Wait, What will this product NOT do?
An idea you can use to manage scope for your next project
I googled “reasons why project management fail” The top three links had 101, 4 and 10 reasons respectively. Reading through at least these three links, you get some mention of “managing scope”, “unclear project objectives” and along with “failure to set expectation and manage them.”
What exactly is project scope?
Project scope is defined as “the part of project planning that involves determining and documenting a list of specific project goals, deliverables, features, functions, tasks, deadlines and ultimately costs.”
That sounds easy enough, but yet, project scope is almost always listed as a reason for failure. If we assume a product has a certain set of features (scope), the assumption leads to implicit expectation. And when expectations are not met, people are dissatisfied. But we asked folks what they want, repeatedly. We discussed at great length what went into the product. We met many times, even with deadlines crunching on us, management breathing down our necks, with people riding us hard, to vet the purpose and the features.
Ask what the project will NOT do or include
Everyone thinks they have an idea of what the project will do — especially technology projects. Everyone thinks they know what features will be included; but it can also be said that not everyone knows to what extent those features need to be developed. This is where scope management in the real world can occur (and slip). Along with asking “what does this project accomplish and do?” ask the question “what does this project not do?”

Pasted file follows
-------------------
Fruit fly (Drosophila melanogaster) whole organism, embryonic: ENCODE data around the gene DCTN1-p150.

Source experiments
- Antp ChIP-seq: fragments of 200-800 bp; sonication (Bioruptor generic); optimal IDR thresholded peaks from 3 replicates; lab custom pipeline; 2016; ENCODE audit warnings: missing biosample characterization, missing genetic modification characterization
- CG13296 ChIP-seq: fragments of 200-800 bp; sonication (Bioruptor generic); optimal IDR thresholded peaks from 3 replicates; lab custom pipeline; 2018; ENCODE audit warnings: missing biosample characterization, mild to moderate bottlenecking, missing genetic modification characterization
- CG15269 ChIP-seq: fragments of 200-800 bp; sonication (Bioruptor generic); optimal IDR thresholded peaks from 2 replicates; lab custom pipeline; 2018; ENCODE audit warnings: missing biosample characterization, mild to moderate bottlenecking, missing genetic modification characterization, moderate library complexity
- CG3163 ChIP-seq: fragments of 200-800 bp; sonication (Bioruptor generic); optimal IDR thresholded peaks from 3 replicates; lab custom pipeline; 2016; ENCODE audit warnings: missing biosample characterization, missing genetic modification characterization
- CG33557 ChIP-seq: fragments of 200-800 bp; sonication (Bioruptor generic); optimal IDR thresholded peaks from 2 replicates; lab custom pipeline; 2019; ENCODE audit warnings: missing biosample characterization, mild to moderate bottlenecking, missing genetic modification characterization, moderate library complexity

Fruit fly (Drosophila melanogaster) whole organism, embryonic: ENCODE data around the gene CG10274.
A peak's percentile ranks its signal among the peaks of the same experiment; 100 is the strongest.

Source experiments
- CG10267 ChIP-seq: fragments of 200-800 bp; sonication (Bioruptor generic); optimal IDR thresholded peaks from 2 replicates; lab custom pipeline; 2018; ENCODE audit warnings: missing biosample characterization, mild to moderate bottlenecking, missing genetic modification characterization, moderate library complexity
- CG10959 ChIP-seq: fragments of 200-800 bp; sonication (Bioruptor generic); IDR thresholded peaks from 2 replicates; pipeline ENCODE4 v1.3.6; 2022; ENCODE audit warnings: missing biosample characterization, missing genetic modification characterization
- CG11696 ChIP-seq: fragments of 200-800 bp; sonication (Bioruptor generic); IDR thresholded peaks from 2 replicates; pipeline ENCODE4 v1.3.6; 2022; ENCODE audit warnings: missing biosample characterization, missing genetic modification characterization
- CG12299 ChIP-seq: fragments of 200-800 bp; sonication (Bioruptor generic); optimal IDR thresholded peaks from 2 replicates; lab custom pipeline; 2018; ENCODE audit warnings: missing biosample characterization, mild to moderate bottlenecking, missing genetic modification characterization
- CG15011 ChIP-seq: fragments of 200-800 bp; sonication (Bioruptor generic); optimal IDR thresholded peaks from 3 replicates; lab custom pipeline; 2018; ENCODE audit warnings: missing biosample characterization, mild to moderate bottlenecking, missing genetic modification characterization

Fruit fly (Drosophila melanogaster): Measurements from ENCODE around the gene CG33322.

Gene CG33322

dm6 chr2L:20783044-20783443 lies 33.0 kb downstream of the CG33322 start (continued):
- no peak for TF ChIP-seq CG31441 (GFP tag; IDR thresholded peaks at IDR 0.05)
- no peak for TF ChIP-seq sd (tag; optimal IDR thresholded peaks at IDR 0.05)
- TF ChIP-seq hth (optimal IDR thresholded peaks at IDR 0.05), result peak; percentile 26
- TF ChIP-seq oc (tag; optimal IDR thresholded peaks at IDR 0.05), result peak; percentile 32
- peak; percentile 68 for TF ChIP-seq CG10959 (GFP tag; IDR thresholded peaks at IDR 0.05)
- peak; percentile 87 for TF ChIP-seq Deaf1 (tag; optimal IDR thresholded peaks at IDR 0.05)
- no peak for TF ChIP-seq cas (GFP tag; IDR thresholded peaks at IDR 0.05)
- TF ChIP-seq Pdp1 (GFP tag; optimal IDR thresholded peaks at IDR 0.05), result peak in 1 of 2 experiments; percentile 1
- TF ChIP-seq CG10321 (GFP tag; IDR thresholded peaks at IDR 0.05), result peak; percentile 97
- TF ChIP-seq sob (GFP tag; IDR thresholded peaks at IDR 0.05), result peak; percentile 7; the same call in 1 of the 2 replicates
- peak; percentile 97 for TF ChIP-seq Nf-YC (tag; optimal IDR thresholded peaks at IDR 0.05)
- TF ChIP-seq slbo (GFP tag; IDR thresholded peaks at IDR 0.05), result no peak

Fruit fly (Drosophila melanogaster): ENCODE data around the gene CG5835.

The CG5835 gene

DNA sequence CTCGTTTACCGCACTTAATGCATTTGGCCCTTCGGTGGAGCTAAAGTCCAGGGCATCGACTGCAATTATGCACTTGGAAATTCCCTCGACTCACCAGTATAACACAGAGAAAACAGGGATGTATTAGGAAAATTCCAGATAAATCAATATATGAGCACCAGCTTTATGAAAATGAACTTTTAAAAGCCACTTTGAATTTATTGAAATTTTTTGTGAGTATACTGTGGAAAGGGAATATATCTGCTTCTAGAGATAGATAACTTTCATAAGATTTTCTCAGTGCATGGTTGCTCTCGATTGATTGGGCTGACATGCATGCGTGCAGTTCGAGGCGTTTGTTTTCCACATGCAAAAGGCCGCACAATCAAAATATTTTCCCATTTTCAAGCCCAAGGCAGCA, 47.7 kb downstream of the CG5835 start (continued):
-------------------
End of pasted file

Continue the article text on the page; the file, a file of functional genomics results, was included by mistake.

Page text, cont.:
Having used this technique at both formal and informal project initiations, the resulting conversations have been educational for all. When I ask the question, I usually get a bit of a chuckle, a bit of an “isn’t it obvious” with maybe a hint of “really?” Then they humor me and start the discussion. At which point, one of us will throw something in the “the product will NOT do” column and another participant says “hold on, well not really” before we ensue in interesting conversation.Asking this simple and short question reduces the area of unknown and assumptions. It clarifies some of the hidden assumptions and increases the amount of shared understanding about the project.
So, while all components of project management are key, and we need project charters, good communication, and so on, take a minute to ask “what will this project not include?” It will better clarify the intent for all and save confusion, assumptions and dissatisfaction as the product launches.
This is a series of articles as part of the “Applied Guide for Busy Leaders.”